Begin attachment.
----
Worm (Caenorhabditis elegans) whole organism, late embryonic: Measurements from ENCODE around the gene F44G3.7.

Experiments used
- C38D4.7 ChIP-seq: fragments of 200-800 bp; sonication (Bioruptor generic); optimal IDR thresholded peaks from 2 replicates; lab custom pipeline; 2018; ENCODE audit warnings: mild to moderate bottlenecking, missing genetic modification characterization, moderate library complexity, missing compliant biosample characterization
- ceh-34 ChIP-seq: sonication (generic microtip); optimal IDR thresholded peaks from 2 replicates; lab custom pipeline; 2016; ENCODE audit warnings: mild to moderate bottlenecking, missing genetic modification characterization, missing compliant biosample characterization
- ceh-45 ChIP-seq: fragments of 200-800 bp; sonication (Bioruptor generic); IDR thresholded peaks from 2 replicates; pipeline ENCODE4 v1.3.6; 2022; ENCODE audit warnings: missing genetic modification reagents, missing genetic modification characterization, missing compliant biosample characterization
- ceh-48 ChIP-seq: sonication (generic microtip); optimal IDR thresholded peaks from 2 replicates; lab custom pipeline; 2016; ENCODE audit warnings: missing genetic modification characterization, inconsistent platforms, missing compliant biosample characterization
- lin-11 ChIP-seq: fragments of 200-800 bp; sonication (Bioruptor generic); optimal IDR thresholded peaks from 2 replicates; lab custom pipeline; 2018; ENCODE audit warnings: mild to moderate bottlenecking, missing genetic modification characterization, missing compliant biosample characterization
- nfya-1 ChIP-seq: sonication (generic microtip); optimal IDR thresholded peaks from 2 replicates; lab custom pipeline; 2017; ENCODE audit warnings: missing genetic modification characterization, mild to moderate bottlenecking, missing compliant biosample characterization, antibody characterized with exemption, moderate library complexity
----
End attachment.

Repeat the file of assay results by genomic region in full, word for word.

Worm (Caenorhabditis elegans) whole organism, late embryonic: Measurements from ENCODE around the gene F44G3.7.

Experiments used
- C38D4.7 ChIP-seq: fragments of 200-800 bp; sonication (Bioruptor generic); optimal IDR thresholded peaks from 2 replicates; lab custom pipeline; 2018; ENCODE audit warnings: mild to moderate bottlenecking, missing genetic modification characterization, moderate library complexity, missing compliant biosample characterization
- ceh-34 ChIP-seq: sonication (generic microtip); optimal IDR thresholded peaks from 2 replicates; lab custom pipeline; 2016; ENCODE audit warnings: mild to moderate bottlenecking, missing genetic modification characterization, missing compliant biosample characterization
- ceh-45 ChIP-seq: fragments of 200-800 bp; sonication (Bioruptor generic); IDR thresholded peaks from 2 replicates; pipeline ENCODE4 v1.3.6; 2022; ENCODE audit warnings: missing genetic modification reagents, missing genetic modification characterization, missing compliant biosample characterization
- ceh-48 ChIP-seq: sonication (generic microtip); optimal IDR thresholded peaks from 2 replicates; lab custom pipeline; 2016; ENCODE audit warnings: missing genetic modification characterization, inconsistent platforms, missing compliant biosample characterization
- lin-11 ChIP-seq: fragments of 200-800 bp; sonication (Bioruptor generic); optimal IDR thresholded peaks from 2 replicates; lab custom pipeline; 2018; ENCODE audit warnings: mild to moderate bottlenecking, missing genetic modification characterization, missing compliant biosample characterization
- nfya-1 ChIP-seq: sonication (generic microtip); optimal IDR thresholded peaks from 2 replicates; lab custom pipeline; 2017; ENCODE audit warnings: missing genetic modification characterization, mild to moderate bottlenecking, missing compliant biosample characterization, antibody characterized with exemption, moderate library complexity